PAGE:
Indian expert placates Pak agri sector’s fears

November 30, 2013

By Kashif Hussain

india-and-pakistanKARACHI: Pakistan’s agriculture exports to India have jumped by 133% in the last five years, much higher than the 68% growth in India’s agriculture exports to Pakistan in the same period showing that India can be a significant future market for Pakistani agriculture products, Indian experts say.

“This data reveals that the fears of Pakistan’s agriculture lobby against liberalised trade with India are quite baseless,” said Nisha Teneja, an economic expert heading an India-Pakistan trade project at the Indian Council for Research on International Economic Relations (ICRIER).

“To ease the lobby’s fears in Pakistan, the government can easily put in place ‘an automatic import licensing system’. This will require all importers to seek a licence to import anything from India and this way the government can monitor the inflow of Indian agriculture products into Pakistan,” suggests Professor Taneja, who has conducted over 100 interviews of Pakistani businessmen on Pak-India trade.

Professor Taneja is part of the delegation comprising over two dozen Indian businessmen and academics that is on a visit to Pakistan to share their latest research on trade and commerce between India and Pakistan.

Experts believe that one of the key reasons for delay in Pakistan granting most favoured nation (MFN) status to India has been the fear from agricultural lobbies in Pakistan that increased imports of agricultural products due to trade normalisation with India might harm Pakistan’s domestic agricultural sector.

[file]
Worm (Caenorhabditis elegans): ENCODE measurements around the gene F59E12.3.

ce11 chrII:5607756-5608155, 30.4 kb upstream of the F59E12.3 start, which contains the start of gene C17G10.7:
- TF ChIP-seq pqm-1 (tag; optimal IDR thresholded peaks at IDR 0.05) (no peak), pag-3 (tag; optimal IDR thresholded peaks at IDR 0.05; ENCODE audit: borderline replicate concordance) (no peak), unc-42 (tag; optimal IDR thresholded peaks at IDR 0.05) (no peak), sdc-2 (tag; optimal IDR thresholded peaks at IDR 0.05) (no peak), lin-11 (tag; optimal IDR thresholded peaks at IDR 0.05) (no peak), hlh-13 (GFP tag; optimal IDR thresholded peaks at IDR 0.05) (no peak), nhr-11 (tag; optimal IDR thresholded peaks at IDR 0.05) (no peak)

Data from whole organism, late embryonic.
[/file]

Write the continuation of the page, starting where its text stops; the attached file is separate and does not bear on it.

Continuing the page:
However, according to them, the trade liberalisation process is likely to have a balanced impact on the agriculture sector as there are tremendous trade complementarities between the two countries.

India and Pakistan are net exporters and net importers in the same product, thus will complement each other, said the delegation.

While it is true that India offers subsidies to its agriculture sector in terms of access to cheaper inputs, such as fertilisers and electricity, non-product specific subsidies in India are less than 10% of the value of agricultural produce, well within the limits prescribed by the World Trade Organization (WTO).

Courtesy Express Tribune

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